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The link below has some great activities. For your science over the next few weeks you can work through some of these at home. 

https://canalrivertrust.org.uk/explorers/learning-from-home 

Forces and Magnets 

Week seven

 

How do magnets affect each other? 

 

Key words- attract and repel. Can you find out what they mean? 

 

If you have magnets at home, try and answer these questions. 

 

  1. What happens when you bring two magnets together?
  2. Can you feel them pull together or push apart?
  3. Can you feel this with all the magnets?
  4. Is the attraction or repulsion stronger between some of the magnets?
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Week six

How strong are the magnets?

 

Look at the statements below. Can you think of a way to find out which magnets are strongest? 

Which of these is true and why? 

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Week five

 

What can magnets do? 

 

Try out one or both of these investigations. The questions from week four will help you. 

Week four 

 

What can magnets do? 

 

Think of an item in your home that has a magnet. What is it being used for?

 

Did you know...?

Magnets attract magnetic materials so they can be used to separate metals that are magnetic and those that are not at a recycling plant. A magnet can also be used to pick up heavy objects such as cars at scrap yards, as they are made of magnetic materials.

 

 

Investigate the strength of a magnet by carrying out a number of different activities to answer the following questions:

  1. How many paper clips can your magnet hold in a chain?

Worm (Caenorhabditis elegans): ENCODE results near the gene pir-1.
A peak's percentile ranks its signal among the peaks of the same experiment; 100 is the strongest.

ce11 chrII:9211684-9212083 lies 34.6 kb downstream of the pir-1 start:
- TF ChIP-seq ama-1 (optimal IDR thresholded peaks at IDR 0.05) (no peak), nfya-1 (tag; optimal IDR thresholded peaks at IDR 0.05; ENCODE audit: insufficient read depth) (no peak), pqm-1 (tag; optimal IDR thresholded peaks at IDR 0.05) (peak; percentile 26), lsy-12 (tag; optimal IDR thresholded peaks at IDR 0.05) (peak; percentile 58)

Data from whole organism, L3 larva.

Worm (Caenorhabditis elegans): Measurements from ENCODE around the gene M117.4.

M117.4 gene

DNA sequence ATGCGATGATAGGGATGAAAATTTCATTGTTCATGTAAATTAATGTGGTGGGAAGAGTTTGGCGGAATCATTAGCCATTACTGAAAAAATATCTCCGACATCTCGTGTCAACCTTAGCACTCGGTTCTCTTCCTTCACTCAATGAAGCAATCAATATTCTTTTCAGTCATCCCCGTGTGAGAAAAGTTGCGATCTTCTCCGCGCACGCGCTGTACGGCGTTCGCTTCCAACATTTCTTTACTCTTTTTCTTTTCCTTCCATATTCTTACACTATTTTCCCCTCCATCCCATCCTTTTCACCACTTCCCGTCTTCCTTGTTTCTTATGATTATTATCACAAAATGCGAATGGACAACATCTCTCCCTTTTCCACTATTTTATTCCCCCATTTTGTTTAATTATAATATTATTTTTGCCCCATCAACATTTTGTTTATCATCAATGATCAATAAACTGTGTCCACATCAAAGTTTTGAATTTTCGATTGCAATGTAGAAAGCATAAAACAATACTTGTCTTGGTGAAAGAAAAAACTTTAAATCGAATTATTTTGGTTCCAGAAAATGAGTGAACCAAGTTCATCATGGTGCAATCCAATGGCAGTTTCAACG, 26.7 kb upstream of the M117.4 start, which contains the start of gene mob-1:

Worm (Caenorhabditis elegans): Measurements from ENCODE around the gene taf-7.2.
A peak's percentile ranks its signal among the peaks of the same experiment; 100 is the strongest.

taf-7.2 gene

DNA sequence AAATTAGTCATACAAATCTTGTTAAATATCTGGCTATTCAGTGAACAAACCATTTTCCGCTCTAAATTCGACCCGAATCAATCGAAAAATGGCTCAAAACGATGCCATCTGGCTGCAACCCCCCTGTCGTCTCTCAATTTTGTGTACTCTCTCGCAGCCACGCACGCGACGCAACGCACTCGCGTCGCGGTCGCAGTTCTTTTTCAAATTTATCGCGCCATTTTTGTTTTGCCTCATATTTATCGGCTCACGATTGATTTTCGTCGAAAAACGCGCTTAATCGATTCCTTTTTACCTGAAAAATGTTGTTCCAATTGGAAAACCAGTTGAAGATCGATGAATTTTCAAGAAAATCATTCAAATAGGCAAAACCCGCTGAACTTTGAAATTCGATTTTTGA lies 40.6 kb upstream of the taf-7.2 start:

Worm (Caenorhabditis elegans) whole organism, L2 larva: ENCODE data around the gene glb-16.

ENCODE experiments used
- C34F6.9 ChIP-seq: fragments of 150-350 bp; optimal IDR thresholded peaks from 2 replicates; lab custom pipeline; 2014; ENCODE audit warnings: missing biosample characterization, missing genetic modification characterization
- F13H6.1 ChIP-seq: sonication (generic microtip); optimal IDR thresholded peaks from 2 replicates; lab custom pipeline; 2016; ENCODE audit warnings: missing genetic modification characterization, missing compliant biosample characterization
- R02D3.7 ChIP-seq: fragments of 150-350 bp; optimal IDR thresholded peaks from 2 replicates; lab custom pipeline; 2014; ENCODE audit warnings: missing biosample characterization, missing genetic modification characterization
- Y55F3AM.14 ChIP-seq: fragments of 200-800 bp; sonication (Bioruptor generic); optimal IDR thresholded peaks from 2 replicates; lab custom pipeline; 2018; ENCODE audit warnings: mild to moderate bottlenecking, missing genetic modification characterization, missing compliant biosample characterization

2. How many pieces of paper can your magnet hold on a magnetic surface?
  3. What is the distance between the magnet and the table when a paperclip jumps up?
  4. What is the distance between the magnet and the paper clip when it slides along the table? What is the weight of the heaviest object your magnet can pick up?

Week three

 

This week we are looking at magnetic materials. 

 

 

What does it mean if something is magnetic?

 

  1. Take two minutes to list as many objects in your house that you think might be magnetic.
  2. Next, if you have a magnet on your fridge, use this to test whether these objects are magnetic. The magnet should be attracted to the object if it is magnetic (it will stick to it).
  3. What do you notice about all the objects that are magnetic? What material are they made from?
  4. What happens if you try to put your magnet on a wooden door?
  5. Now try a metal radiator or door handle. What do you notice?
     

 

Note for parents- you could create a magnetic treasure hunt, hiding a range of objects in a box of sand or sawdust and your child could use a magnet to find the lost ‘treasure’. These can be placed in one pile and then the objects could be sorted further by using a sieve.

 

Your child should be able to recognise that the materials found by the magnet are magnetic and made from metal.  The Venn diagram link below will help with sorting them (challenge one) and there is an additional challenge to further their thinking about magnetic materials (challenge three).